- Avoiding reading
Older Children Symptoms
As your child gets older, they may continue to experience some of the symptoms they may have had when starting school, along with:
- Difficulty summarizing stories
- Problems with learning a foreign language
- Having trouble with math word problems
These symptoms are seen in children, teens, and adults with dyslexia.
If your child’s dyslexia goes undiagnosed and untreated, their reading difficulties in school usually continue into adulthood. In fact, some people aren’t diagnosed with dyslexia until they are adults.
Causes of Dyslexia
People are born with dyslexia. While the exact cause of it isn’t clear, experts think dyslexia is caused by problems in areas of the brain responsible for processing language. Your child is at increased risk of developing dyslexia if there is a family history.
How is dyslexia diagnosed? Testing for dyslexia often starts when your doctor or your child’s teachers suspect they may have a learning disorder. There is no single test that diagnoses the condition. Your doctors and learning disability experts usually look at many factors to determine if your child has the condition. These include:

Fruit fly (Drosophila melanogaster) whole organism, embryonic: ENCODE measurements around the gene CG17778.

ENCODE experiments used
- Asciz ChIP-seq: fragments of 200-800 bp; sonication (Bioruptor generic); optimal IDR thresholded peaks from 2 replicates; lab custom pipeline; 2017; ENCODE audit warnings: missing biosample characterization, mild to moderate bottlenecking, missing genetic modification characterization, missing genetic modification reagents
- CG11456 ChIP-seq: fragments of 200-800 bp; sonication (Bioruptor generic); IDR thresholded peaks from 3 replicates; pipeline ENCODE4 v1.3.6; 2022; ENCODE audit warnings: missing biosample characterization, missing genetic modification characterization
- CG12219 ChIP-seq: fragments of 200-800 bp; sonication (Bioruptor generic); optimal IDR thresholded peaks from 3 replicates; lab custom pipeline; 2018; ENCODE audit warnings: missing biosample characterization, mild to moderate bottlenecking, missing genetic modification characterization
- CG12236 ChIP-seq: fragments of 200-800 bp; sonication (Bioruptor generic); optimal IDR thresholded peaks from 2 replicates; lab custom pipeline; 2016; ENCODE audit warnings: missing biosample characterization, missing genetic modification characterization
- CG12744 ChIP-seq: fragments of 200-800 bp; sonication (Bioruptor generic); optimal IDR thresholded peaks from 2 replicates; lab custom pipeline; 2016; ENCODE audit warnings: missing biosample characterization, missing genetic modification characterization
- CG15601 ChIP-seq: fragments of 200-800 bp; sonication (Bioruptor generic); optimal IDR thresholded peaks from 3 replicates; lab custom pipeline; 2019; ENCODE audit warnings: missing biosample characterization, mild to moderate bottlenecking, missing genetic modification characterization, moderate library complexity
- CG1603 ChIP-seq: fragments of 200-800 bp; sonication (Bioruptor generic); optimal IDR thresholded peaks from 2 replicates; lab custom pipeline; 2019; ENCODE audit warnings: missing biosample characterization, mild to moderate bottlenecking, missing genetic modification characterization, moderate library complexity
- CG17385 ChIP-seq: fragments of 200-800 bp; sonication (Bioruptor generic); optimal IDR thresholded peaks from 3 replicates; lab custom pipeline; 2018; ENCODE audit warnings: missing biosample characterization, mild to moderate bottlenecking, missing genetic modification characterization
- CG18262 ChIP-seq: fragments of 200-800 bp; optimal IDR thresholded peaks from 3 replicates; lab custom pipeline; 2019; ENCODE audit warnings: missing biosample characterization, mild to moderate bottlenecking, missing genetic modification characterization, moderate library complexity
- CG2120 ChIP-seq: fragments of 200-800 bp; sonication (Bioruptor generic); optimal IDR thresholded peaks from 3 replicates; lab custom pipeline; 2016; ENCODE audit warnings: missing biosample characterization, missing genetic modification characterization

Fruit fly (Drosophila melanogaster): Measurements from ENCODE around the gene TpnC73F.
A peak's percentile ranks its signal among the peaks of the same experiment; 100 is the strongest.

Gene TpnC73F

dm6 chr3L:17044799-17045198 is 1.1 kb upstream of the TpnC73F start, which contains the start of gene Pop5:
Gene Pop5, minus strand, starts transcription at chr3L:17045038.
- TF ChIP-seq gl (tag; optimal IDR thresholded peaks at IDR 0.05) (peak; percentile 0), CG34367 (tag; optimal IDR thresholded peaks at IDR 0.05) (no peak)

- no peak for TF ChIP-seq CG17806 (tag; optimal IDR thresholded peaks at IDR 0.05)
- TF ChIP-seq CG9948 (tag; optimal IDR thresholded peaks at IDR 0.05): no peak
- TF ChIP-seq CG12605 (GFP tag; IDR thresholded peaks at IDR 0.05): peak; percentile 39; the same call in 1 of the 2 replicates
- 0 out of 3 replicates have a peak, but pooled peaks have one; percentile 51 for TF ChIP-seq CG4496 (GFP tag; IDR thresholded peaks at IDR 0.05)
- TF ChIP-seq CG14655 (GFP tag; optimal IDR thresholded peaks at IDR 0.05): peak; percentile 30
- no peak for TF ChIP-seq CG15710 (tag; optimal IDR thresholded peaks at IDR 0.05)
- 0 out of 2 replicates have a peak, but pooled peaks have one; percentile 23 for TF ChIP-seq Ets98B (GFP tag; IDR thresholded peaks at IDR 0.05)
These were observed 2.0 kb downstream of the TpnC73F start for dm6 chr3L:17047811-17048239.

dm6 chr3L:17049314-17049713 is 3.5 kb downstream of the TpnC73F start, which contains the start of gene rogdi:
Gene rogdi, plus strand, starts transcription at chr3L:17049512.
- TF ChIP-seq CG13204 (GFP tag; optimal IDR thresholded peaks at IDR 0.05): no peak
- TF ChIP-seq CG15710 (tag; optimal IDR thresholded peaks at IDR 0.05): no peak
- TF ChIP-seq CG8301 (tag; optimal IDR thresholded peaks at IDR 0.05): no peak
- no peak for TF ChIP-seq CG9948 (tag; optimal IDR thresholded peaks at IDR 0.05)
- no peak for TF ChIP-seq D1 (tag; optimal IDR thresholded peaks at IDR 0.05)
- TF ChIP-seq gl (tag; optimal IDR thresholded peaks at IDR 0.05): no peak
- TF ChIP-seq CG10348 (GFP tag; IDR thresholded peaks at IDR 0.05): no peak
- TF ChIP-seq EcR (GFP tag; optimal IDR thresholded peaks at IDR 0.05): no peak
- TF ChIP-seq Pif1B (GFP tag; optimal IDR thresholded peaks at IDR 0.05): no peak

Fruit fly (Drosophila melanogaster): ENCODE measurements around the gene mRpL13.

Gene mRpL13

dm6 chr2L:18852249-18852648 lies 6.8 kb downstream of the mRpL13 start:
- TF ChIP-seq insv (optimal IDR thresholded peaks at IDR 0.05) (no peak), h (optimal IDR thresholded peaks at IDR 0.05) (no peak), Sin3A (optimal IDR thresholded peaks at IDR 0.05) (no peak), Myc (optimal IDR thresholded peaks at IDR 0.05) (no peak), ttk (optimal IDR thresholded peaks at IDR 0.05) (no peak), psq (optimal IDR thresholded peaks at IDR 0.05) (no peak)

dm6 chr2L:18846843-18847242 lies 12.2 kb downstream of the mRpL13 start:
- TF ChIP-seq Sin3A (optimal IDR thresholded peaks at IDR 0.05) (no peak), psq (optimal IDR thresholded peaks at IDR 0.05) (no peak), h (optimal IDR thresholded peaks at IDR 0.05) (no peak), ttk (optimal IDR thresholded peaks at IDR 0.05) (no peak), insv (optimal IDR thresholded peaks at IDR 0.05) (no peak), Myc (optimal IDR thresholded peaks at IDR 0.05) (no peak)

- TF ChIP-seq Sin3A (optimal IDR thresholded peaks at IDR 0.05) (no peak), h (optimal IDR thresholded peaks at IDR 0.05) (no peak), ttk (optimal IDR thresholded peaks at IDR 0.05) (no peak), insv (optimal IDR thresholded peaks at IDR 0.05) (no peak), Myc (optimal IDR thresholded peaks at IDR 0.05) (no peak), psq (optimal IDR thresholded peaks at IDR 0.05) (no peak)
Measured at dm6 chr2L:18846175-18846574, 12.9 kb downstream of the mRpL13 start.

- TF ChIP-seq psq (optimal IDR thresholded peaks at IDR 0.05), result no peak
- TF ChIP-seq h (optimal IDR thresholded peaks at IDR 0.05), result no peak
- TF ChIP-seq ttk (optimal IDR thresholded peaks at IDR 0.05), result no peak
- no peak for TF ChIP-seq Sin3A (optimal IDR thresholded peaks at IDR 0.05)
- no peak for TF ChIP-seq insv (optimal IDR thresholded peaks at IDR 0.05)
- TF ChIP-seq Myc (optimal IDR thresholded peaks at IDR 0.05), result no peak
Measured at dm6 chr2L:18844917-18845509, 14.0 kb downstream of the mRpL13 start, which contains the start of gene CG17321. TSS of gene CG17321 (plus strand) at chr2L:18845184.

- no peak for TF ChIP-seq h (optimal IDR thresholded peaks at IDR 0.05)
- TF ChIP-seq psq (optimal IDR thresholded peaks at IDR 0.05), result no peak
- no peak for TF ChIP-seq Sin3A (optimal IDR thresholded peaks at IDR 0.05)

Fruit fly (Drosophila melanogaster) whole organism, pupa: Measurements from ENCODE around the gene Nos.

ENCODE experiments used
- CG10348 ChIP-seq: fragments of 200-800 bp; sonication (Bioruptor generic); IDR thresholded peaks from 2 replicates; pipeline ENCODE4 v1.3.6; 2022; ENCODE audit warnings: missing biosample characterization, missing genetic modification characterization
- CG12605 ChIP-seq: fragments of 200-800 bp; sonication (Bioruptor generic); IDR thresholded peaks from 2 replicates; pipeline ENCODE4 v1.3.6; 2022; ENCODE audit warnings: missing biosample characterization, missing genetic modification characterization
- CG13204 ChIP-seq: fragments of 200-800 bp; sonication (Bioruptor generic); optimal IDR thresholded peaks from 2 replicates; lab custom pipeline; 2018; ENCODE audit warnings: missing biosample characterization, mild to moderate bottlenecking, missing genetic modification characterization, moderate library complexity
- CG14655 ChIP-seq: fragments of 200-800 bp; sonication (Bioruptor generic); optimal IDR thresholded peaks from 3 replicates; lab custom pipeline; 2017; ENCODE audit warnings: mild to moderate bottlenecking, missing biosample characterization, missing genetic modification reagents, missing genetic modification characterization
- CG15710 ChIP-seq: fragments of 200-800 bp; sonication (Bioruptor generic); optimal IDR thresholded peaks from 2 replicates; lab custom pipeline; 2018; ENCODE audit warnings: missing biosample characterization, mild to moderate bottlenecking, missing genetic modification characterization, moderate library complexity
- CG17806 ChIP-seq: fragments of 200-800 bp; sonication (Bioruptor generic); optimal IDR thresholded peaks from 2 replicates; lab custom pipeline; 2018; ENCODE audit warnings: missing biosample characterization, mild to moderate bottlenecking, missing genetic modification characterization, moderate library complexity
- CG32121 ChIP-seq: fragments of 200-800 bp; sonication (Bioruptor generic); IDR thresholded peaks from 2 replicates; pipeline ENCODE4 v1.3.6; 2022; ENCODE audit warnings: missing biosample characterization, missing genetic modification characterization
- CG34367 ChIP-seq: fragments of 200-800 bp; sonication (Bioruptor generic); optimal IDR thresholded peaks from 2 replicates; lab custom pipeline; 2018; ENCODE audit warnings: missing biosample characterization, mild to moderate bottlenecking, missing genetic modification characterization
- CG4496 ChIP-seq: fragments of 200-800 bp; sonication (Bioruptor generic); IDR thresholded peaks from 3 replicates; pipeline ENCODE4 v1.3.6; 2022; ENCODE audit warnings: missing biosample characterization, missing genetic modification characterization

- Their developmental, educational, and medical history
- A family history of dyslexia
- Assessments for dyslexia that identify reading or learning disabilities
- Vision, hearing, and neurological tests that can identify disorders other than dyslexia that may be contributing to your child’s learning difficulties
- A psychological evaluation that can identify mental health issues that may be worsening your child’s learning issues
- Tests for reading and academic skills to assess how severely your child is affected
Some of these assessments are offered for free by public school systems. Adults with dyslexia are diagnosed with similar testing and evaluations.
Treatments for Dyslexia